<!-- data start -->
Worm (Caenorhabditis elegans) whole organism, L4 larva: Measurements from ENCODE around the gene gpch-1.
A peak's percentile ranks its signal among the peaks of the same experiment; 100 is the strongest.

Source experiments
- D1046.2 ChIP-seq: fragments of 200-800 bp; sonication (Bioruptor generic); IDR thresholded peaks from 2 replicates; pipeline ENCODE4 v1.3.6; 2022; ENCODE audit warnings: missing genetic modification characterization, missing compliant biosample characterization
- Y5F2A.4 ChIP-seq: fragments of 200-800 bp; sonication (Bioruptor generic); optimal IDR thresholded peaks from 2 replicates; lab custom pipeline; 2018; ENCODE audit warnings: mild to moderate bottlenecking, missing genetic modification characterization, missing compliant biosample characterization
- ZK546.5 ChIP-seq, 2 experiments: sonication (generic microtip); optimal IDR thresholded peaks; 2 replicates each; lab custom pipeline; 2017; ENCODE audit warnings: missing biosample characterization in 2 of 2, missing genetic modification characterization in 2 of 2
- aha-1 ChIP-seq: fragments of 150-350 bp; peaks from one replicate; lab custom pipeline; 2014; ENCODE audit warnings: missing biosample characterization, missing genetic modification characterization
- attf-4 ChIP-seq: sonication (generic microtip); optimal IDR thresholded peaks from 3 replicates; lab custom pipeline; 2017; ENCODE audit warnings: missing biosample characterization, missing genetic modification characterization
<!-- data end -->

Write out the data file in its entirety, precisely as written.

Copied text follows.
Worm (Caenorhabditis elegans) whole organism, L4 larva: Measurements from ENCODE around the gene gpch-1.
A peak's percentile ranks its signal among the peaks of the same experiment; 100 is the strongest.

Source experiments
- D1046.2 ChIP-seq: fragments of 200-800 bp; sonication (Bioruptor generic); IDR thresholded peaks from 2 replicates; pipeline ENCODE4 v1.3.6; 2022; ENCODE audit warnings: missing genetic modification characterization, missing compliant biosample characterization
- Y5F2A.4 ChIP-seq: fragments of 200-800 bp; sonication (Bioruptor generic); optimal IDR thresholded peaks from 2 replicates; lab custom pipeline; 2018; ENCODE audit warnings: mild to moderate bottlenecking, missing genetic modification characterization, missing compliant biosample characterization
- ZK546.5 ChIP-seq, 2 experiments: sonication (generic microtip); optimal IDR thresholded peaks; 2 replicates each; lab custom pipeline; 2017; ENCODE audit warnings: missing biosample characterization in 2 of 2, missing genetic modification characterization in 2 of 2
- aha-1 ChIP-seq: fragments of 150-350 bp; peaks from one replicate; lab custom pipeline; 2014; ENCODE audit warnings: missing biosample characterization, missing genetic modification characterization
- attf-4 ChIP-seq: sonication (generic microtip); optimal IDR thresholded peaks from 3 replicates; lab custom pipeline; 2017; ENCODE audit warnings: missing biosample characterization, missing genetic modification characterization